Flowing information to the field
Recent acquisitions forced Aspen Technology to re-examine its sales force automation and homegrown intranet technology. The very products intended to help its 120-person global sales force become more efficient were actually impeding productivity.
“Rapidly, there were a lot more people involved in the sales process coming from different organizations,” explains Steve Ruzicka, director of sales operations for Aspen Technology. “Communication became a growing challenge.”
A maker of integration solutions for process manufacturing companies, Aspen Technology operates in more than 20 countries and has 1,500 employees. Its existing sales force automation (SFA) tool wasn’t working as well as expected. The software was designed to escalate information from the sales force to management, rather than to serve the information needs of Aspen’s direct reps. In fact, the burden was on the reps to enter account information into the SFA, which added to their workload.
Also to expedite the flow of information to the field, the company had implemented a sales intranet. However, due to fast growth, standards were lacking and the intranet soon became overloaded with out-of-date files. The sales force found the intranet too cumbersome to navigate so people didn’t use it.
Says Ruzicka, “We faced a choice, whether to fix the sales force automation system or to fix the intranet. Our experience showed that very large software implementations are unlikely to succeed unless needs are well defined and you follow a strict process of implementing business changes, including a pilot project. That meant that truly fixing the SFA was a process that would take years. So instead we decided to rethink our intranet approach.”
Aspen Technology decided to implement the changes to the sales intranet externally because, according to Ruzicka, the company’s “limited programming resources were better used helping our customers ... driving revenues.” Also the company was uncertain if it had enough internal resources to fix the problem.
Before long, the company narrowed its choices down to the Field.First sales and marketing portal from ConjoinConjoin. The software was rolled out in just two months, and the feedback from the sales force has been positive, Ruzicka says, because the system is easy to access and information is easy to find.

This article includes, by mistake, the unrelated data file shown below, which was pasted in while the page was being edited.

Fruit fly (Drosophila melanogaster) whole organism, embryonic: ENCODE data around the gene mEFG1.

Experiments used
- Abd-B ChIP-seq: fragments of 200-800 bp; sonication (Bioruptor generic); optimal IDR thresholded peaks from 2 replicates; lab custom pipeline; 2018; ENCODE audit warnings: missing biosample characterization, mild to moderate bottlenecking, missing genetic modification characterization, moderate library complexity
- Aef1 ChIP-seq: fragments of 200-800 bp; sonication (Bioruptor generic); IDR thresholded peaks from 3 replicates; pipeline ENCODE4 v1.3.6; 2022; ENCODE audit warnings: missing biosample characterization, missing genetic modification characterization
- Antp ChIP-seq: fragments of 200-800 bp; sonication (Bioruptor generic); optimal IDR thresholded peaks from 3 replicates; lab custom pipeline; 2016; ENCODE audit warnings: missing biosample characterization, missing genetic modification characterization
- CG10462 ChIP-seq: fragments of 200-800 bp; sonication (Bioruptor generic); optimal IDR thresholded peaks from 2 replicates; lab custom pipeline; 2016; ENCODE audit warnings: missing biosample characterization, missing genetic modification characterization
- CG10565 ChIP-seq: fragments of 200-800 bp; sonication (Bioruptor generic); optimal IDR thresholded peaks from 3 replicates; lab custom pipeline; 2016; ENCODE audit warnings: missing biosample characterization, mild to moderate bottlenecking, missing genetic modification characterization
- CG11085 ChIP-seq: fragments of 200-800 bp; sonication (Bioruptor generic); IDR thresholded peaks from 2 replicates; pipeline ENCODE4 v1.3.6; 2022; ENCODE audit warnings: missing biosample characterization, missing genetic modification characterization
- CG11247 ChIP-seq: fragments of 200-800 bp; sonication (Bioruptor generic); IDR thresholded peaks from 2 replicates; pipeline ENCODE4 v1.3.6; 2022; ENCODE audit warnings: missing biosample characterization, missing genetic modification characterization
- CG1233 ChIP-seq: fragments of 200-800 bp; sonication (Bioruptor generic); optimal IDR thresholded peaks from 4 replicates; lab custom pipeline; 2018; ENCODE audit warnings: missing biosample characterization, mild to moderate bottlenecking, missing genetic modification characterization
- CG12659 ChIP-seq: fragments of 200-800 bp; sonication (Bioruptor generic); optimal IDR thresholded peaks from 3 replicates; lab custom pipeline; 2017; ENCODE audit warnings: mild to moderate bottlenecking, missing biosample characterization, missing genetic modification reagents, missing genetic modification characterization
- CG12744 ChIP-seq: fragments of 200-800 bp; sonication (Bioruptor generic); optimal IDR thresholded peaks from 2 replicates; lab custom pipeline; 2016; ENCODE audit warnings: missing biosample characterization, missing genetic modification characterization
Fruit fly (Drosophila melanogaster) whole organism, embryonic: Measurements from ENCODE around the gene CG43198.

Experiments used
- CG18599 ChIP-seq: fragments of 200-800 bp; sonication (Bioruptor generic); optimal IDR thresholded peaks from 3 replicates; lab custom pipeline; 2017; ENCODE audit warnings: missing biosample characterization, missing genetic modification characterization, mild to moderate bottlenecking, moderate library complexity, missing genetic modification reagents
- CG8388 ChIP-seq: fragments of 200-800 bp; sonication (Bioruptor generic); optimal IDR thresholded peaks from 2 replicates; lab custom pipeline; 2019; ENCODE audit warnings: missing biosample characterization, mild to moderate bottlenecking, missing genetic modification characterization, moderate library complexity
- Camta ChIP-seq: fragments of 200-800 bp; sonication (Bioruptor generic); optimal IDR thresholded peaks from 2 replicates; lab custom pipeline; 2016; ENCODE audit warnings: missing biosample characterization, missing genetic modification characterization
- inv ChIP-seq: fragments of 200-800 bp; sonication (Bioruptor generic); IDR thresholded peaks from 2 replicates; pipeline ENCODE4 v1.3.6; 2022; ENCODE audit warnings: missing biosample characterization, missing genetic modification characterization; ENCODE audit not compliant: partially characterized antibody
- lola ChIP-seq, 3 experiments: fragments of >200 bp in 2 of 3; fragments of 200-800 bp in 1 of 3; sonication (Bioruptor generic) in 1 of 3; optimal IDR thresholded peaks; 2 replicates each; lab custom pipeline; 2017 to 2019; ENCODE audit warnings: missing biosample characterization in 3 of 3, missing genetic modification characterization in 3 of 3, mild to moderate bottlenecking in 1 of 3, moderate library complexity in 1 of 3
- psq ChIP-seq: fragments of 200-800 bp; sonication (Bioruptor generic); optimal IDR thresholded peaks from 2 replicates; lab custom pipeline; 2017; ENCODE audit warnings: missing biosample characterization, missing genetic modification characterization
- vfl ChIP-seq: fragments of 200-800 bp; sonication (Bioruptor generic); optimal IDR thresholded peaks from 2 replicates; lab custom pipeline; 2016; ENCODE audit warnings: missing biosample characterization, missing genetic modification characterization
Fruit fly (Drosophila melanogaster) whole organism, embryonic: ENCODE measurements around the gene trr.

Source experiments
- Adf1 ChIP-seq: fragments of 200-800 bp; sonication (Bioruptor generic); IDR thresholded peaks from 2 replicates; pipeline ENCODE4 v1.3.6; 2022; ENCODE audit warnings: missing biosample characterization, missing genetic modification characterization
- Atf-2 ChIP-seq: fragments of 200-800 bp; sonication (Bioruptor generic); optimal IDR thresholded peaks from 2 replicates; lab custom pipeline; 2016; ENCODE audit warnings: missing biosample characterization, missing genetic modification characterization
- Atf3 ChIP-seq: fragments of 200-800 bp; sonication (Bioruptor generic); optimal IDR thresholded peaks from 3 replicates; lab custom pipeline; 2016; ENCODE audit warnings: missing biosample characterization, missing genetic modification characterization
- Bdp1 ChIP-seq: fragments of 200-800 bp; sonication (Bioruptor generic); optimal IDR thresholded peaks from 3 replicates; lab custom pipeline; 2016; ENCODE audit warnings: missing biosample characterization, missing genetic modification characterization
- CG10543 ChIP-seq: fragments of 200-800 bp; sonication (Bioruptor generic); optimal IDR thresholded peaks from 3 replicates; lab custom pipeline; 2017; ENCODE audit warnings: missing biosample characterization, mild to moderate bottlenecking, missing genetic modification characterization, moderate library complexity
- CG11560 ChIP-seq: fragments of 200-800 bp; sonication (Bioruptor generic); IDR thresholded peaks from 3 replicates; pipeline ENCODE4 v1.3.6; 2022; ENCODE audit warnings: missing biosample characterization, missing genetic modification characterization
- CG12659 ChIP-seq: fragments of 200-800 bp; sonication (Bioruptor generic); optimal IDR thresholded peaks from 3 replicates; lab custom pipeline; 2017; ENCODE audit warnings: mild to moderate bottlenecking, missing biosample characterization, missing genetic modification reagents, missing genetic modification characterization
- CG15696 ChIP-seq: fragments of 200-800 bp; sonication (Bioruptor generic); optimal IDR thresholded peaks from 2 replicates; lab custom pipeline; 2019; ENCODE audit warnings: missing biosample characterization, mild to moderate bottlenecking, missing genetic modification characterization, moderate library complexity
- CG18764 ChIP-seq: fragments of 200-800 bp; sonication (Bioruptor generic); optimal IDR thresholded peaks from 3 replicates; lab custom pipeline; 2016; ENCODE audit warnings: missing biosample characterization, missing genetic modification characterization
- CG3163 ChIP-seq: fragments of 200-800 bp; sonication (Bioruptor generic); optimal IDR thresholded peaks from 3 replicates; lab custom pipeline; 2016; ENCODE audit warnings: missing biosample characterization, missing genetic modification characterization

The solution has delivered two major applications for Aspen Technology’s sales force. “The first,” says Ruzicka, “is a more systematic approach to creating and managing structured documents, like sales literature and other marketing materials. For the first time, sales reps have ready access to all of these documents.”
The second application was more unexpected. Aspen Technology tries to manage two kinds of information with Field.First--static information, like sales literature, and dynamic information, like account status records. The company decided to use Field.First to create and manage a repository of information on sales opportunities, as they go through the sales cycle. It was looking for a way to make it easy for sales reps to exchange information about accounts, and when closing a deal, to communicate with other departments like service and customer support, which need to deploy the implementation after the sale. Field.First's Briefing Rooms offers a means for Aspen Technology to manage that information.
"Field.First lets us edit files in real time," Ruzicka says, "with access limited to individuals with permission. This capability--on top of managing published marketing and sales information--really doubles the value of the system from our viewpoint."